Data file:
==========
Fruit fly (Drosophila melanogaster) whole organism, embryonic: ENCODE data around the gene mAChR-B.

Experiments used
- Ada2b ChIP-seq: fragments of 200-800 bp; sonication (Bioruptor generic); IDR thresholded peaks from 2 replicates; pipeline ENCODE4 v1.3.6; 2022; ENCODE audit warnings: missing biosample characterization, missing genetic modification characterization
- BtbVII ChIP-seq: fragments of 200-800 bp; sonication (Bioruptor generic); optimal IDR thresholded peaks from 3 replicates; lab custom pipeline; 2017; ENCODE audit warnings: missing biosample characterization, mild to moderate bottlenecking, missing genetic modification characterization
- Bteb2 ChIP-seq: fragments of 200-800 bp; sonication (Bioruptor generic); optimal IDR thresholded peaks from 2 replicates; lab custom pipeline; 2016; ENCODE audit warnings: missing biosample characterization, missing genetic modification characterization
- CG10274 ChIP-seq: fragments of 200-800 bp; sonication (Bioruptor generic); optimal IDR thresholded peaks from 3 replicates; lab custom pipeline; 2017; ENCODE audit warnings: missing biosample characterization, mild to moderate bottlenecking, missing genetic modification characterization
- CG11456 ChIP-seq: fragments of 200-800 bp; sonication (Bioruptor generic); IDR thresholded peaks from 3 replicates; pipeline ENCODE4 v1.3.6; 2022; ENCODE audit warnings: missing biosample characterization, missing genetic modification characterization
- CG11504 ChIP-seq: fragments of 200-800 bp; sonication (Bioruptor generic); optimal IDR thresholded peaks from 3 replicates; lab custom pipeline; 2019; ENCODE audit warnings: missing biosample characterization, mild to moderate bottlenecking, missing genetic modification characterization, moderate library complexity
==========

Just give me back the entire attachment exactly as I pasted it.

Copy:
Fruit fly (Drosophila melanogaster) whole organism, embryonic: ENCODE data around the gene mAChR-B.

Experiments used
- Ada2b ChIP-seq: fragments of 200-800 bp; sonication (Bioruptor generic); IDR thresholded peaks from 2 replicates; pipeline ENCODE4 v1.3.6; 2022; ENCODE audit warnings: missing biosample characterization, missing genetic modification characterization
- BtbVII ChIP-seq: fragments of 200-800 bp; sonication (Bioruptor generic); optimal IDR thresholded peaks from 3 replicates; lab custom pipeline; 2017; ENCODE audit warnings: missing biosample characterization, mild to moderate bottlenecking, missing genetic modification characterization
- Bteb2 ChIP-seq: fragments of 200-800 bp; sonication (Bioruptor generic); optimal IDR thresholded peaks from 2 replicates; lab custom pipeline; 2016; ENCODE audit warnings: missing biosample characterization, missing genetic modification characterization
- CG10274 ChIP-seq: fragments of 200-800 bp; sonication (Bioruptor generic); optimal IDR thresholded peaks from 3 replicates; lab custom pipeline; 2017; ENCODE audit warnings: missing biosample characterization, mild to moderate bottlenecking, missing genetic modification characterization
- CG11456 ChIP-seq: fragments of 200-800 bp; sonication (Bioruptor generic); IDR thresholded peaks from 3 replicates; pipeline ENCODE4 v1.3.6; 2022; ENCODE audit warnings: missing biosample characterization, missing genetic modification characterization
- CG11504 ChIP-seq: fragments of 200-800 bp; sonication (Bioruptor generic); optimal IDR thresholded peaks from 3 replicates; lab custom pipeline; 2019; ENCODE audit warnings: missing biosample characterization, mild to moderate bottlenecking, missing genetic modification characterization, moderate library complexity